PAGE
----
Photojournalist Blinded in One Eye While Reporting on Protests Is Suing the City of Minneapolis, Using Pictures She Took of Police as Evidence

Photojournalist Blinded in One Eye While Reporting on Protests Is Suing the City of Minneapolis, Using Pictures She Took of Police as Evidence

During the protests in Minneapolis last month, photojournalist Linda Tirado was left blind in one eye after being hit by a foam bullet used by police. After initially making light of the situation, she has now decided to pursue legal action against the City of Minneapolis, and is citing the last images she took of police before she was shot at as evidence.

Tirado says she was clearly identifiable as press, wearing her press credentials as expected, when the police fired shots at her. PetaPixel shared court documents which detail that Tirado “stepped in front of the protesting crowd and aimed her professional Nikon camera at the police officers to take a picture of the police line,” before the police “[shot] her in her face with foam bullets.” The bullet destroyed her protective eyewear, leaving her eye in such a state, it was beyond saving.

Tirado is suing the City of Minneapolis, Minneapolis Chief of Police Mederia Arradondo, Lieutenant Robert Kroll, Public Safety Commissioner John Harrington, State Patrol Colonel Matthew Langer, and four other unnamed officers, questioning why she was targeted despite wearing everything that was required of her.

She accuses the police of using “excessive, unprovoked, unreasonable force to prevent Plaintiff from exercising her constitutional rights was intended to cause imminent harmful and offensive contact.”  

She has submitted to the court the last photos she took before the attack, one of which shows one of the officers aiming a gun at her. She is seeking a number of things, namely compensation for work she may now miss out on, and financial aid for her legal expenses.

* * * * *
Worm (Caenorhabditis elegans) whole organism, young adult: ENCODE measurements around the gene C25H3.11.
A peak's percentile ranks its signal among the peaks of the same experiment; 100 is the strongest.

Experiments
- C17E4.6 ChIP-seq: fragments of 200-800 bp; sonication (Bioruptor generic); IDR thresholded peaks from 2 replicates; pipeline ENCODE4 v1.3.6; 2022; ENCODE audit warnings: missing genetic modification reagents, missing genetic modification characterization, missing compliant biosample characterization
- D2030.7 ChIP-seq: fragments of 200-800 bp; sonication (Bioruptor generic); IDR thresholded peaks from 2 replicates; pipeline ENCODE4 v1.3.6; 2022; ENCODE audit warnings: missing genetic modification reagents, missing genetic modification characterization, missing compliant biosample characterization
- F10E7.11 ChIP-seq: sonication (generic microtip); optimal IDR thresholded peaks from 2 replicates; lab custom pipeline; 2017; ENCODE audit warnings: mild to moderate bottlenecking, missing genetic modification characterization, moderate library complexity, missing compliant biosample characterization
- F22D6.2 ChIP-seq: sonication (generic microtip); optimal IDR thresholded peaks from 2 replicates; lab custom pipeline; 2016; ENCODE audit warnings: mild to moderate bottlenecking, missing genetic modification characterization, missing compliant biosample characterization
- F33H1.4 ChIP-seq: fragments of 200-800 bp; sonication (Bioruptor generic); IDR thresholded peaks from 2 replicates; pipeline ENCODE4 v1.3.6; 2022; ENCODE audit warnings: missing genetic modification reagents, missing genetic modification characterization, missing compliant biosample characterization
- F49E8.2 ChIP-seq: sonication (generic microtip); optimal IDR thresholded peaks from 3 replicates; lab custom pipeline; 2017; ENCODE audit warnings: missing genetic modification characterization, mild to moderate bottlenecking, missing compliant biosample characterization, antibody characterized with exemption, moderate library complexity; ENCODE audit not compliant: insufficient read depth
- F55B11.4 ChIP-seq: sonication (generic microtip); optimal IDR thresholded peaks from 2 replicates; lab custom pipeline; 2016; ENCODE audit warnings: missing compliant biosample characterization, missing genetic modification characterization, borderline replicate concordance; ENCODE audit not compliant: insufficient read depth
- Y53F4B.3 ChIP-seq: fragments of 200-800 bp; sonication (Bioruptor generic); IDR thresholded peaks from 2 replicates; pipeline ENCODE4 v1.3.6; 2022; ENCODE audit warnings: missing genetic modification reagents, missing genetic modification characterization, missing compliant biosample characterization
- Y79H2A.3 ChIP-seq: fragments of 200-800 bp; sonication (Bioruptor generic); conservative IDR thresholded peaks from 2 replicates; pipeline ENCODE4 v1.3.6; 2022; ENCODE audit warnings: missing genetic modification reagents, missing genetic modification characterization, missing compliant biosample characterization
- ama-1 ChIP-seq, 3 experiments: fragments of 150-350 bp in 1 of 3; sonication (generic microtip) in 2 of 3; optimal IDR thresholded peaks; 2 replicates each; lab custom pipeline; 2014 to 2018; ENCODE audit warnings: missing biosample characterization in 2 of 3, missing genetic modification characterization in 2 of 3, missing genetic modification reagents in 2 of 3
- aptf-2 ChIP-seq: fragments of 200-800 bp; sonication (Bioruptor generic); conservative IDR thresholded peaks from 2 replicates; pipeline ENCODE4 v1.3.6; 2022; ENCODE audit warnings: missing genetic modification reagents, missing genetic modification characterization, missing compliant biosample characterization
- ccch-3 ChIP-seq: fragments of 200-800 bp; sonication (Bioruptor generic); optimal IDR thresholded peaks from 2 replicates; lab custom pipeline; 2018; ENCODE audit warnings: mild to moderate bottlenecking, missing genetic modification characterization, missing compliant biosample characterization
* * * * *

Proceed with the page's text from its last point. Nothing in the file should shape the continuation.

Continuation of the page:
Lead image: ev on Unsplash.

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39 Comments

Deleted Account's picture

She should get more than a payout from this. The man who shot her should be facing criminal charges - but even now with all this supposed reform (which to me sounds like a flock of geese making noise and little else), he's probably going to get by with administrative duty or whatever.

Richard Twigg's picture

Unprovoked assault. I hope she wins, although nothing will bring her eye back.

John Adams's picture

Was this during the night? I don't think she has any chance of winning against the city. Makes no sense at all. There are tens, if not hundreds of people marching against you, screaming, smoke, fire, all chaos. Very easy to make a small mistake. Just because she has some tags on her self doesn't put her in invincible-god mode. She also purposefully put herself in the most dangerous position possible right before the police and protesters just to take a photo. I meat what did she expect, why didn't she stay on the sides of the action? Her case holds absolutely no ground imo..

Deleted Account's picture

Not what the photos show. Ridiculing her is more than a little disrespectful.

John Adams's picture

Photos show something similar to that, most importantly it's during the night. If you put yourself at risk you're yourself the one to blame for your misfortunes sorry to say. Let's be reasonable here.

Deleted Account's picture

This almost implies that cops are forces of nature that act without regard to consequence. While the reality of who they are may be close to that, it isn't exactly how it's meant to be and on a fundamental level, we are all supposed to be responsible for our own actions.

This applies far more to a cop who is supposedly trained to handle escalated situations but fired a nonlethal weapon without the need to do so than it does to a journalist who was simply doing journalism. Besides, it isn't easy to hit someone in the eye, you know. He had to have been aiming at her head regardless of who he thought she was and what he thought she was doing.

Also, it's funny how cops get excuses and administrative duty and whatever when they behave in ways that would be diagnosed as symptoms of mental disorders and possibly lead to "involuntary commitment" with other people...

John Adams's picture

You make no sense at all.. just blabla

Deleted Account's picture

What a literal manchild. Work on that reading comprehension - you'll get there someday.

John Adams's picture

Let's look at your downvotes and come up with a good argument and not some childish talk.

Deleted Account's picture

Nice mirroring mate. I ain't getting paid enough to deal with you.

John Adams's picture

You're much better at it.

jim hughes's picture

You're absolutely correct. Rubber bullets injure people. When their use is authorized, it's understood that people will get hurt. If everyone hit by a bullet can sue, police would be unable to end a riot.

Michael Krueger's picture